This talk will describe the different types of remote sensing imagery that FEWS NET uses and the methodologies it employs to transform the data into information to inform decisions regarding food aid and other humanitarian responses.  A description of the products that are used by FEWS NET scientists to monitor food production inAfricawill be presented, along with graphics and explanations as to how the products are used to inform decision-making.

Dr. Brown will present research that provides evidence on the use of data of rainfall information, agricultural production, food prices and food access parameters by FEWS NET analysts. There are significant differences in the use of remote sensing and other technical information between East, West and Southern African country analysts, with satellite remote sensing of vegetation being used 28% of the time, rainfall imagery 84% and gridded crop models only 10% of the time.

The talk continues with a description of how econometric models can improve understanding of how changes in local production can affect access to food through market prices.   Finally, a few case studies will be given that illustrate how the remote sensing is used to provide early warning of food insecurity that is both policy relevant and specific enough to motivate response by humanitarian organizations.

We look forward to seeing you at the event! Please RSVP to the email address below.

Creating a Chart in Google Docs

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Step away from Excel for a few minutes and marvel at the chart building possibilities available on Google Docs.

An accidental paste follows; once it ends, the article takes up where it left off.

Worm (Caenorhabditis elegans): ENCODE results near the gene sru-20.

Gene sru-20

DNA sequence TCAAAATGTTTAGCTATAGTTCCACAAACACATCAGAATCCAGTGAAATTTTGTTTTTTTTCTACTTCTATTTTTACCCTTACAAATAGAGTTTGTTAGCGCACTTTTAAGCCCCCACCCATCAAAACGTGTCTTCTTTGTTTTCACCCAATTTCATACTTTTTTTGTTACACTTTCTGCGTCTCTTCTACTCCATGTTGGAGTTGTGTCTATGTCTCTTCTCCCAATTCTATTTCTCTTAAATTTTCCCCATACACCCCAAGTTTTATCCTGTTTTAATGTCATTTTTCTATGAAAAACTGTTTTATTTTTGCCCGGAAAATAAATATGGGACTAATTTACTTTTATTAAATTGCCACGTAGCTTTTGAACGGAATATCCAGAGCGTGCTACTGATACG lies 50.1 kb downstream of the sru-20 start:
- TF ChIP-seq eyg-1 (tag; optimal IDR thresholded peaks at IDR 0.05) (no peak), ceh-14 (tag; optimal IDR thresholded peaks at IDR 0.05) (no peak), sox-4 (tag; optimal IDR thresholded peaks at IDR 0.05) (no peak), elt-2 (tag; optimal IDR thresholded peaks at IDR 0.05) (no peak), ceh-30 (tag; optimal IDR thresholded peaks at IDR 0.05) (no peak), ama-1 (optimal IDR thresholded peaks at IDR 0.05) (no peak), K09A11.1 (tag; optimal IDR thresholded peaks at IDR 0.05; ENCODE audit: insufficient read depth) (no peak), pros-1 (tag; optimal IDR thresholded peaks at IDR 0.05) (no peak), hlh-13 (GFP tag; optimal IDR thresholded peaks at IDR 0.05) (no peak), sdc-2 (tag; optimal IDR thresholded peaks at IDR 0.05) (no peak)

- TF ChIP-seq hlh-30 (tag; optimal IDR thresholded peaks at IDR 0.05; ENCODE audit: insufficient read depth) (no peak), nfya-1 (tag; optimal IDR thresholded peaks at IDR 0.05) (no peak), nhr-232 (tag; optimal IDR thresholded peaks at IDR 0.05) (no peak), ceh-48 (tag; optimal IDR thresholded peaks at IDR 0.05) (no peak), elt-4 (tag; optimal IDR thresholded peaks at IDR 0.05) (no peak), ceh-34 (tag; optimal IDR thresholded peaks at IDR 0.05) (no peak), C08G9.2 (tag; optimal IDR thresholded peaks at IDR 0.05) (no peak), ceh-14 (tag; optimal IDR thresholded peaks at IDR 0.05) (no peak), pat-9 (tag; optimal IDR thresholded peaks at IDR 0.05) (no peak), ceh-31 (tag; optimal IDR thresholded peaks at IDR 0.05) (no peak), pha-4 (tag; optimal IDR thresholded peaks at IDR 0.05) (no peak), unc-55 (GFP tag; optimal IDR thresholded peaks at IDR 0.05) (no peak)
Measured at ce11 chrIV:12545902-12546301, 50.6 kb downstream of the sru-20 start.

If you have a Google account (and if you’re an AU student, of course you do), log into your Google account and get to Google Docs. You know that you can upload text files and spreadsheets there. Click on one of the spreadsheets you have (and if you don’t have one uploaded, you can take a spreadsheet you’ve been working on in Excel and upload it to Google Docs).  Up at the top is a little button that looks like a red and blue bar graph. That is where the magic happens.

Click on the “Chart button” and begin building your chart. You can choose from line, bar, pie, trends, map, and other graph options.

On your spreadsheet, select the data you want to include in your chart. Or, you can do that under the “Start” tab once you’ve opened the Chart box.  Google Docs will recommend a chart for your first, but if you decide that is not what you want, you can move on to the “Charts” tab and select another option.  (Google Docs will even let you know if a certain chart is not possible with the data you provided). You’ll be able to preview the chart once you’ve made a selection. Create the title and other labels for your chart in the the “Customize” tab.